June 24, 2020
For we do not have a high priest who is unable to empathize with our weaknesses, but we have one who has been tempted in every way, just as we are—yet he did not sin.
A few weeks ago we talked about the first words Jesus spoke to his disciples when he appeared to them after his resurrection. He said, “Peace be with you.” This was after they had deserted him, betrayed him, denied him, and were hiding in fear. We see the same Jesus in this verse from Hebrews. It describes Jesus as a high priest full of empathy instead of judgement.
Empathy, quite simply, is the ability to “understand and share the feelings of another.” Once again, a story from my (Nate’s) personal experience: I spent several of my high school and college summers working on construction crews. Most of the crews I worked with were notoriously short on empathy. If you didn’t know how to do something, you were ridiculed — and it wasn’t friendly ribbing. Backing up a trailer, driving a dump truck, running a nail gun, and spreading hot tar on roofs were just a couple of things that I was expected to do correctly, with no training, even though I had never done them before. I remember those examples because each one of them went horribly wrong and ended in near disaster. At each point, I felt like asking, “Don’t you remember what it was like the first time you had to do this? How about a little compassion here?” For many of the guys I worked with, and for me, competence can lead to disdain. Once we master something, we forget the hard road it took to get there. If you are a great cook, you forget all your failed recipes and judge others harshly. If you have done tons of deep emotional work, it is easy to criticize parents or siblings who are still stuck in old habits and patterns. If you have read lots of the Bible, you might look down on less mature Christians. Mastery of complex ideas, skills, and knowledge can cause us to disdain those with less experience or ability.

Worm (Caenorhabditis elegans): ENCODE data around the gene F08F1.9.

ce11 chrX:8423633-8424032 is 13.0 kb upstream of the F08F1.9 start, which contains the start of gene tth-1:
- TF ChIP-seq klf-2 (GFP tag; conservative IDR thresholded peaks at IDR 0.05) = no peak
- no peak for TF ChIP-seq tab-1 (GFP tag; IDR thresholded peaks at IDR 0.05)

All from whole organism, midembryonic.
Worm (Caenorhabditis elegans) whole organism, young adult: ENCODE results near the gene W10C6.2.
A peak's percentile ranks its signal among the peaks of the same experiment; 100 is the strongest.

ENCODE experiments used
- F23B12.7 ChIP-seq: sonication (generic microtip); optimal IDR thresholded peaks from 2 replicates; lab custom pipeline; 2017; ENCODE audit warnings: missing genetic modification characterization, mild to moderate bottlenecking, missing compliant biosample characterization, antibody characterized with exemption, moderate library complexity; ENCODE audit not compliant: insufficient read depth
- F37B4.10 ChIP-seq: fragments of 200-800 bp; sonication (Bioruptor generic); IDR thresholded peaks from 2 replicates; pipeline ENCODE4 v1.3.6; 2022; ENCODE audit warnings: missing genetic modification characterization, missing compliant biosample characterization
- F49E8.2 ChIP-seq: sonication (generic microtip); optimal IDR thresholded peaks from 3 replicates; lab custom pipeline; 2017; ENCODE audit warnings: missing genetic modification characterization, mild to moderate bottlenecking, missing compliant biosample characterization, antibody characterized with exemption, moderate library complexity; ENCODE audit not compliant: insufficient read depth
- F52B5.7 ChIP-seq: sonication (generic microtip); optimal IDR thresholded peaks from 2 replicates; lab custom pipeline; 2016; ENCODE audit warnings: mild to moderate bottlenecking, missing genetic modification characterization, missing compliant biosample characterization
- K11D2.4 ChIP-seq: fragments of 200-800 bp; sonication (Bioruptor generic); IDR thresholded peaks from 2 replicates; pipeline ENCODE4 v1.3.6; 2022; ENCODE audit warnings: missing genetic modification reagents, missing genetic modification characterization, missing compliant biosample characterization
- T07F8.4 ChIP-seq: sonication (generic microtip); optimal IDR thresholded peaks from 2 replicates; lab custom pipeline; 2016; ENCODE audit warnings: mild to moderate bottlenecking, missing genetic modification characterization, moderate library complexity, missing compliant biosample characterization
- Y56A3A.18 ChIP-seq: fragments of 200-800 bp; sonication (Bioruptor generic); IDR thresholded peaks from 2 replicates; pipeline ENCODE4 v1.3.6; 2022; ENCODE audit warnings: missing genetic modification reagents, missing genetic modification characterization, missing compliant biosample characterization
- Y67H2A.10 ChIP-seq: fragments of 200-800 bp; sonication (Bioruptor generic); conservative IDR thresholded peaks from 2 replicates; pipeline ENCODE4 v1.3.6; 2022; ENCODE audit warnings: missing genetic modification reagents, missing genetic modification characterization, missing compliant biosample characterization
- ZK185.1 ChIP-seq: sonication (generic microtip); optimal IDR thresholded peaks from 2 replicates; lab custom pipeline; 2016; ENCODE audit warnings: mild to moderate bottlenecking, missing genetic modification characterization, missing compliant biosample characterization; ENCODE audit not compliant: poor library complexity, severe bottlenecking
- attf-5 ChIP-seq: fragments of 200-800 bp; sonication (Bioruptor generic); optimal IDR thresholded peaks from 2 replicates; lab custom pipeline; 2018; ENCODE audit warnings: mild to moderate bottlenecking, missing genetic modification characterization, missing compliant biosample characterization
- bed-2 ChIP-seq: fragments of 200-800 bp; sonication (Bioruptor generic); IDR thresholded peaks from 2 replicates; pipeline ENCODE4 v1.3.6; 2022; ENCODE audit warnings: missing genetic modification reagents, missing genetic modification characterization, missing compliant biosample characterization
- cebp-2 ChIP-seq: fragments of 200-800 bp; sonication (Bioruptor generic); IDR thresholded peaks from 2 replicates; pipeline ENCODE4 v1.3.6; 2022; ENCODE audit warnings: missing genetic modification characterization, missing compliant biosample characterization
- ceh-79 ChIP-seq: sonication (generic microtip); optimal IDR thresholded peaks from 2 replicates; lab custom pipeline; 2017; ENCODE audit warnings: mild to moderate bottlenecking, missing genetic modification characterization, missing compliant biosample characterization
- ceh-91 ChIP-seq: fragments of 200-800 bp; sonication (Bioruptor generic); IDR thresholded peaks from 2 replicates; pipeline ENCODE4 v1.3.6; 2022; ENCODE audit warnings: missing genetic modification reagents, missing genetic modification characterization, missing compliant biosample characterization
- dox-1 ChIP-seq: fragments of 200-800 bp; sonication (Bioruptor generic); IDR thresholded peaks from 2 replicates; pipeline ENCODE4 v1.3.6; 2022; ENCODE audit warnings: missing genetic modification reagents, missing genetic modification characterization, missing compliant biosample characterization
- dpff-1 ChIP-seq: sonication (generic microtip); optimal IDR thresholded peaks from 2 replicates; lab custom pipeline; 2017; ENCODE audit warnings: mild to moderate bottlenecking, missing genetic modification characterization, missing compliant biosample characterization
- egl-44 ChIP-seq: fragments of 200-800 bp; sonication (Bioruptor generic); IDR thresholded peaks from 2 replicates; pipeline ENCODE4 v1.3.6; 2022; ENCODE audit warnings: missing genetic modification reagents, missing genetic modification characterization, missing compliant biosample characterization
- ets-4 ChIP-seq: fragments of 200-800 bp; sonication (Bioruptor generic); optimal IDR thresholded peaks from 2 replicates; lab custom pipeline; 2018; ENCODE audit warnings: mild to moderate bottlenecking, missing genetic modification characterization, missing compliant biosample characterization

Not so with Jesus. He was tempted and was without sin. He mastered the ability to live righteously and, in every moment, to do what he saw his father doing. Comfort #2 is this: Jesus’s mastery over sin drives him to empathy, not judgement. He doesn’t forget the difficult road he walked. He doesn’t expect us to get it perfect or avoid temptations. He sees us, empathizes with us, and speaks over us the compassionate words of “Peace be with you.”